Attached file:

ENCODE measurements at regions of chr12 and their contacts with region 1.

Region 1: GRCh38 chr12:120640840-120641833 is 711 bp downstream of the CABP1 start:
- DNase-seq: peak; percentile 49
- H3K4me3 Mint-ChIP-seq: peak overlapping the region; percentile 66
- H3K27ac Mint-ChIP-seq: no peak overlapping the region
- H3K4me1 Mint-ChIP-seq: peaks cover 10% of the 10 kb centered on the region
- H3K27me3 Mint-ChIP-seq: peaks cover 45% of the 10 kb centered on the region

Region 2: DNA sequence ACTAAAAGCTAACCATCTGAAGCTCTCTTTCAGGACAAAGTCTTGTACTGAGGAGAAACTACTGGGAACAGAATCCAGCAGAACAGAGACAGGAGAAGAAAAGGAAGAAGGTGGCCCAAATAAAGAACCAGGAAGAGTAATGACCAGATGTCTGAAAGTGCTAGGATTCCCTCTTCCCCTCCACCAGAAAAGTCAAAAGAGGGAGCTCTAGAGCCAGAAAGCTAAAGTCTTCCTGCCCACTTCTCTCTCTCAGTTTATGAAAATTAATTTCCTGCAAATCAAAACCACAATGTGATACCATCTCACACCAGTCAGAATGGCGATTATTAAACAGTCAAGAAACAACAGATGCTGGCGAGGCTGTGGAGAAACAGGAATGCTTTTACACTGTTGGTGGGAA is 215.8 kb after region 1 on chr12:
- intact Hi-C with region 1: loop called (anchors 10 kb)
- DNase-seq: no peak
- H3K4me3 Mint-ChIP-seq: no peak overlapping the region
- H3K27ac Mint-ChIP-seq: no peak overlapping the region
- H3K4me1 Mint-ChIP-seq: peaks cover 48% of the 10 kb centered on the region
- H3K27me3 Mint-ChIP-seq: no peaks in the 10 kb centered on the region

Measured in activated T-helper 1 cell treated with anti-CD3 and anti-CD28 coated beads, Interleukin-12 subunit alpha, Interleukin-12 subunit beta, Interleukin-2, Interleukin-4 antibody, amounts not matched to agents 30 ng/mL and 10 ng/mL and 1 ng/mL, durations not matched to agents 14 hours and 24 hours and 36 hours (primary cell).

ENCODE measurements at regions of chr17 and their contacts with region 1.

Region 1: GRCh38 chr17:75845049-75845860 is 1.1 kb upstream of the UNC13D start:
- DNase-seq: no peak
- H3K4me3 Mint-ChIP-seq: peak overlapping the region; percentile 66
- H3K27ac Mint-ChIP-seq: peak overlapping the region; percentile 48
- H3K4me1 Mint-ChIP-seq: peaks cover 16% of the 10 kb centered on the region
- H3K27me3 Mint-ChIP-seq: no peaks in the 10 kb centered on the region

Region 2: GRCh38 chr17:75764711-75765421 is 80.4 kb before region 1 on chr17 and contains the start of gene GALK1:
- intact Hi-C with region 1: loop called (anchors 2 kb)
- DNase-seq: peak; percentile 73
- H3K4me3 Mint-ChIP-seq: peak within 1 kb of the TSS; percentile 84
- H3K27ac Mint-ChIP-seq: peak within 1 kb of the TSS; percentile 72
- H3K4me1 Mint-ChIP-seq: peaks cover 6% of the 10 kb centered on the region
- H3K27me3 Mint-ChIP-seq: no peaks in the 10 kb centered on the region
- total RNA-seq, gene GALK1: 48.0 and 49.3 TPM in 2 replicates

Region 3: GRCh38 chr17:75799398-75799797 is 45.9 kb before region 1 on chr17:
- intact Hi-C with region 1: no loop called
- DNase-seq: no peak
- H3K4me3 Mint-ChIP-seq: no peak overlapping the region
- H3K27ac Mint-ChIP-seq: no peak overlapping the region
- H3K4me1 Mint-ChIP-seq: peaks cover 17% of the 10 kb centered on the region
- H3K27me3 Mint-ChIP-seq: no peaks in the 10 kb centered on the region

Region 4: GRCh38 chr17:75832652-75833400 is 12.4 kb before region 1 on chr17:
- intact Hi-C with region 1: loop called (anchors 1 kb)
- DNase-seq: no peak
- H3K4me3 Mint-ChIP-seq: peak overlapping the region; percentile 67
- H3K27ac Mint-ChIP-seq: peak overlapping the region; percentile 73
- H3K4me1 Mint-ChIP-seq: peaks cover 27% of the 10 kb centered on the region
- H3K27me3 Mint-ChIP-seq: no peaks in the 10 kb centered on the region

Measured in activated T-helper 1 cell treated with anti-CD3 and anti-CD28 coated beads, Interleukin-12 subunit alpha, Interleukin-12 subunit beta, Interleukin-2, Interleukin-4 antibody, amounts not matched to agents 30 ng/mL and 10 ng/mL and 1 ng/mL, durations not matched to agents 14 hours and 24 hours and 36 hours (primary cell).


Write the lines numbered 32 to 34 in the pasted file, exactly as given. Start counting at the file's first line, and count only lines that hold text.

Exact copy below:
- intact Hi-C with region 1: no loop called
- DNase-seq: no peak
- H3K4me3 Mint-ChIP-seq: no peak overlapping the region